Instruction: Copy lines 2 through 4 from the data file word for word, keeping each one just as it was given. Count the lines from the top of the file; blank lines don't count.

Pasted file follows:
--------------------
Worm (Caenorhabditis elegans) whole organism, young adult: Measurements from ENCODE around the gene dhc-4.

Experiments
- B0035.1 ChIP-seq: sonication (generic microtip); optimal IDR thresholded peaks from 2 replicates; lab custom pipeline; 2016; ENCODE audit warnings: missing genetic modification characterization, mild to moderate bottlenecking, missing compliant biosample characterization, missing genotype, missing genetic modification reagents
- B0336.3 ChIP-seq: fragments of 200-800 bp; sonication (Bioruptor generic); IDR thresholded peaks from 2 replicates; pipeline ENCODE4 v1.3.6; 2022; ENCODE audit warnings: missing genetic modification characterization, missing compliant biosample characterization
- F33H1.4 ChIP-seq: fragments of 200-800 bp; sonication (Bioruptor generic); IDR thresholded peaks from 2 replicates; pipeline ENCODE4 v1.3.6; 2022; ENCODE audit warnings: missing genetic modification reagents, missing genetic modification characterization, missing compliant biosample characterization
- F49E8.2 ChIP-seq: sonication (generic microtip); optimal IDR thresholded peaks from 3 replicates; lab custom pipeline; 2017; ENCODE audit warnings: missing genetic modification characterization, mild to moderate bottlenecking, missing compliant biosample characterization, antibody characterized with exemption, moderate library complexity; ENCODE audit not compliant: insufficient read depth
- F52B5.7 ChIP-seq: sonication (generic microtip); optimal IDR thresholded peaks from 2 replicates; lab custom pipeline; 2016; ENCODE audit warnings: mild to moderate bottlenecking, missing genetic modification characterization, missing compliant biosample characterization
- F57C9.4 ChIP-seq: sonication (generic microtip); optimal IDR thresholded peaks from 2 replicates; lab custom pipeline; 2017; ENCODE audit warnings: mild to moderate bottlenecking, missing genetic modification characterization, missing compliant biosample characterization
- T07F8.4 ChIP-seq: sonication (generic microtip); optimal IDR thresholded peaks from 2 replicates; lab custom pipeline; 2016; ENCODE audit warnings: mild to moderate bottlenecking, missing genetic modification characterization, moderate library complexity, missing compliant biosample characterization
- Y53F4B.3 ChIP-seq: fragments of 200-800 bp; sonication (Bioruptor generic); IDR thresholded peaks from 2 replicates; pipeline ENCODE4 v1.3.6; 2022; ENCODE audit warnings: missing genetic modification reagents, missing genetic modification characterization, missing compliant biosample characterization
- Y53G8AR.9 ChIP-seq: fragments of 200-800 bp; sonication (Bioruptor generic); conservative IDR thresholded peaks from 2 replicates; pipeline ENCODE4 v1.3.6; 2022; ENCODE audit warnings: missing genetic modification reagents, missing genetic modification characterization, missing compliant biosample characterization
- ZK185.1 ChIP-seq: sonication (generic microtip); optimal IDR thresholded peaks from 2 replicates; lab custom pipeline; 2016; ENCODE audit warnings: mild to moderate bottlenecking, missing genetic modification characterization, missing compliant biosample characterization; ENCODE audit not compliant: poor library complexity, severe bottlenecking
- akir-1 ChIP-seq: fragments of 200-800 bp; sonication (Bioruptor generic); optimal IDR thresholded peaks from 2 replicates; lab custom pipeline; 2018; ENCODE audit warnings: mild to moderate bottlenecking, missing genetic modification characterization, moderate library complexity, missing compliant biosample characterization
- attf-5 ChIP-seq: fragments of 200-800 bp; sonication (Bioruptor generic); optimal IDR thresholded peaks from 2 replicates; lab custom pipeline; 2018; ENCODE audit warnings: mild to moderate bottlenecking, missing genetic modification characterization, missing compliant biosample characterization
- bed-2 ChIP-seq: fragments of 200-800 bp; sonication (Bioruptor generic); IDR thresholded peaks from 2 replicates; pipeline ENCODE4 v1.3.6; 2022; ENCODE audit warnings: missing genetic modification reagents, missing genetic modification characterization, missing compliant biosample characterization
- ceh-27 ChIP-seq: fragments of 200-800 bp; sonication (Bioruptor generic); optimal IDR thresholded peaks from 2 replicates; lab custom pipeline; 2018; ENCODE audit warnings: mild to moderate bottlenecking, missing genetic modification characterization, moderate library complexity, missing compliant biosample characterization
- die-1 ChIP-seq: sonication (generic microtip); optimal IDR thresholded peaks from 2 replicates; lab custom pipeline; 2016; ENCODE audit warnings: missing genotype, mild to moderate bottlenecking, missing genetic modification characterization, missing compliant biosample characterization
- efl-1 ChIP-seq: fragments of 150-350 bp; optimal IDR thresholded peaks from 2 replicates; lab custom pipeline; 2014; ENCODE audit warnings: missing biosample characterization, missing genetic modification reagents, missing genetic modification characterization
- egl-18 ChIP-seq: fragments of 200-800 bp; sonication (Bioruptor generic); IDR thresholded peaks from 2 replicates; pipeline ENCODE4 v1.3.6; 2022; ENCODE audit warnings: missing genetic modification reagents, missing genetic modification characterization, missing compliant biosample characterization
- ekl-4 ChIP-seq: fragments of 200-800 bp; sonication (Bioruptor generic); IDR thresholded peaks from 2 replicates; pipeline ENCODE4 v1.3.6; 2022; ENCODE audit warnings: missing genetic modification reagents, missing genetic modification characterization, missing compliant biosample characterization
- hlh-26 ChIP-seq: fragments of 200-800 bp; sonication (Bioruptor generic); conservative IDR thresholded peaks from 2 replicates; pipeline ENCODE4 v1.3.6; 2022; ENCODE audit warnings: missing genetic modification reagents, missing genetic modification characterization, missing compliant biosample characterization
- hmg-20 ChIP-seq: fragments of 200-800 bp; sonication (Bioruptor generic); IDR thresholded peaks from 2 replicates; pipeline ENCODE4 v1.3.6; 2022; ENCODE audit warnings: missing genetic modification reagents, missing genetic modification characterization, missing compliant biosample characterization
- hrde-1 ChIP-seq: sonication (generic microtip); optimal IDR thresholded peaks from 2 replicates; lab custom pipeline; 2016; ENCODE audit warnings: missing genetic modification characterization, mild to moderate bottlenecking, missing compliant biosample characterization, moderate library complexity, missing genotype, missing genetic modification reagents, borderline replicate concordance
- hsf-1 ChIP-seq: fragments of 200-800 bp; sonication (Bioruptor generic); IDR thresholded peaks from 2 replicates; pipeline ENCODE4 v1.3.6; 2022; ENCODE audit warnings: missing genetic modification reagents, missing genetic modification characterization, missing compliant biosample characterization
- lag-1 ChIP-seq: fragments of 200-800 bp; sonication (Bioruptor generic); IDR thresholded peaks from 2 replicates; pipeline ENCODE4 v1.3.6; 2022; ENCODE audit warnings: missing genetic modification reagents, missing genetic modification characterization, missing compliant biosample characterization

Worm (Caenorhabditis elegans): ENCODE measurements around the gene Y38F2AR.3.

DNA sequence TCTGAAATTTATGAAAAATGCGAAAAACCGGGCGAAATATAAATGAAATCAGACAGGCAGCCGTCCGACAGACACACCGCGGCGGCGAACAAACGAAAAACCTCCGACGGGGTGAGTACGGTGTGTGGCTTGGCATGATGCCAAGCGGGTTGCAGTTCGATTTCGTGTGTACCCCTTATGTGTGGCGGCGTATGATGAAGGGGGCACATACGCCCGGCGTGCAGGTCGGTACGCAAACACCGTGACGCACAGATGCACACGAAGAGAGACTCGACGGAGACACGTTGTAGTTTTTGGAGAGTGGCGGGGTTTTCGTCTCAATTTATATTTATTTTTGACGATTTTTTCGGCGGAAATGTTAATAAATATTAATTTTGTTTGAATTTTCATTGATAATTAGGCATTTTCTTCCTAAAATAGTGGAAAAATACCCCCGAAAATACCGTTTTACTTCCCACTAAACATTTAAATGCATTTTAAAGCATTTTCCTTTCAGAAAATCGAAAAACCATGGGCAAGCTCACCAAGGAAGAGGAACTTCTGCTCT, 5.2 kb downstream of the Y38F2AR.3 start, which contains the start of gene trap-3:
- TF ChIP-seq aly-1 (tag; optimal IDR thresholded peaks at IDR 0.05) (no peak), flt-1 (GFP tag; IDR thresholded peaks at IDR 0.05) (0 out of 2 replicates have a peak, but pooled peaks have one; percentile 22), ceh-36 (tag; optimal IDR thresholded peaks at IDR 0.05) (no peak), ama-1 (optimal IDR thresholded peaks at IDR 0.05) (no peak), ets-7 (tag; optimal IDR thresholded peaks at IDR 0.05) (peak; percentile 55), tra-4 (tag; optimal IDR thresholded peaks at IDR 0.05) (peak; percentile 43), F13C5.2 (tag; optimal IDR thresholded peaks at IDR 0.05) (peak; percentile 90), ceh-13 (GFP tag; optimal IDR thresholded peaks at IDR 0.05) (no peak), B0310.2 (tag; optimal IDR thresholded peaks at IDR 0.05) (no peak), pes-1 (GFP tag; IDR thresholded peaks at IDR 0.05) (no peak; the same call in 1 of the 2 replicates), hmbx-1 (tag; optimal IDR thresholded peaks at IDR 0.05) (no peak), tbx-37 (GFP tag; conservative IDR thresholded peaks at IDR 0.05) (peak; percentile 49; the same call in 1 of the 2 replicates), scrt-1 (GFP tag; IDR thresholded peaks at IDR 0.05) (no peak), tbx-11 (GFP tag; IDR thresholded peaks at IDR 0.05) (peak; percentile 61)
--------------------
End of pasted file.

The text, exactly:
Experiments
- B0035.1 ChIP-seq: sonication (generic microtip); optimal IDR thresholded peaks from 2 replicates; lab custom pipeline; 2016; ENCODE audit warnings: missing genetic modification characterization, mild to moderate bottlenecking, missing compliant biosample characterization, missing genotype, missing genetic modification reagents
- B0336.3 ChIP-seq: fragments of 200-800 bp; sonication (Bioruptor generic); IDR thresholded peaks from 2 replicates; pipeline ENCODE4 v1.3.6; 2022; ENCODE audit warnings: missing genetic modification characterization, missing compliant biosample characterization